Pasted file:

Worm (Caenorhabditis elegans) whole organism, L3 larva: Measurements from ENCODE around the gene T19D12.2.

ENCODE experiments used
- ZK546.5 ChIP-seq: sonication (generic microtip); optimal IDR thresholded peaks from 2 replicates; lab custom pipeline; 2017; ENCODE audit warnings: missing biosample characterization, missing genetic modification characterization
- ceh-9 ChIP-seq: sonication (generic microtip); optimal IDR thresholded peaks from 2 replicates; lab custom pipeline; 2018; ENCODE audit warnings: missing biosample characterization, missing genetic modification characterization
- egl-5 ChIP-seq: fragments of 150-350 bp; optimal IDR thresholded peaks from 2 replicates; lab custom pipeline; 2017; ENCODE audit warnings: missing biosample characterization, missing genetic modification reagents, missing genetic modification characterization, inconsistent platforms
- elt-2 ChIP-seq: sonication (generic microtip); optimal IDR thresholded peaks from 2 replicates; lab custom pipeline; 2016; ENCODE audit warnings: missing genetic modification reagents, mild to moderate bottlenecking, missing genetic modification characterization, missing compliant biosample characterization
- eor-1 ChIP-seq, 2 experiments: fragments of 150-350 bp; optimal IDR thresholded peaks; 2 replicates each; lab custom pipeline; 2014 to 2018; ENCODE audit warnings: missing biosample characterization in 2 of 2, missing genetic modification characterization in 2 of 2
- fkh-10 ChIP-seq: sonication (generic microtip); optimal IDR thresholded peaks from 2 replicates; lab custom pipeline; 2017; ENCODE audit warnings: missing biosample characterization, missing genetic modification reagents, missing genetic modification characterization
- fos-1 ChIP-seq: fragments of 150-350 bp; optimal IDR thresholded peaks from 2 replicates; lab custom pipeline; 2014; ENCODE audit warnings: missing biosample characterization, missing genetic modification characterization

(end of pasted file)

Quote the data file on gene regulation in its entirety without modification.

Worm (Caenorhabditis elegans) whole organism, L3 larva: Measurements from ENCODE around the gene T19D12.2.

ENCODE experiments used
- ZK546.5 ChIP-seq: sonication (generic microtip); optimal IDR thresholded peaks from 2 replicates; lab custom pipeline; 2017; ENCODE audit warnings: missing biosample characterization, missing genetic modification characterization
- ceh-9 ChIP-seq: sonication (generic microtip); optimal IDR thresholded peaks from 2 replicates; lab custom pipeline; 2018; ENCODE audit warnings: missing biosample characterization, missing genetic modification characterization
- egl-5 ChIP-seq: fragments of 150-350 bp; optimal IDR thresholded peaks from 2 replicates; lab custom pipeline; 2017; ENCODE audit warnings: missing biosample characterization, missing genetic modification reagents, missing genetic modification characterization, inconsistent platforms
- elt-2 ChIP-seq: sonication (generic microtip); optimal IDR thresholded peaks from 2 replicates; lab custom pipeline; 2016; ENCODE audit warnings: missing genetic modification reagents, mild to moderate bottlenecking, missing genetic modification characterization, missing compliant biosample characterization
- eor-1 ChIP-seq, 2 experiments: fragments of 150-350 bp; optimal IDR thresholded peaks; 2 replicates each; lab custom pipeline; 2014 to 2018; ENCODE audit warnings: missing biosample characterization in 2 of 2, missing genetic modification characterization in 2 of 2
- fkh-10 ChIP-seq: sonication (generic microtip); optimal IDR thresholded peaks from 2 replicates; lab custom pipeline; 2017; ENCODE audit warnings: missing biosample characterization, missing genetic modification reagents, missing genetic modification characterization
- fos-1 ChIP-seq: fragments of 150-350 bp; optimal IDR thresholded peaks from 2 replicates; lab custom pipeline; 2014; ENCODE audit warnings: missing biosample characterization, missing genetic modification characterization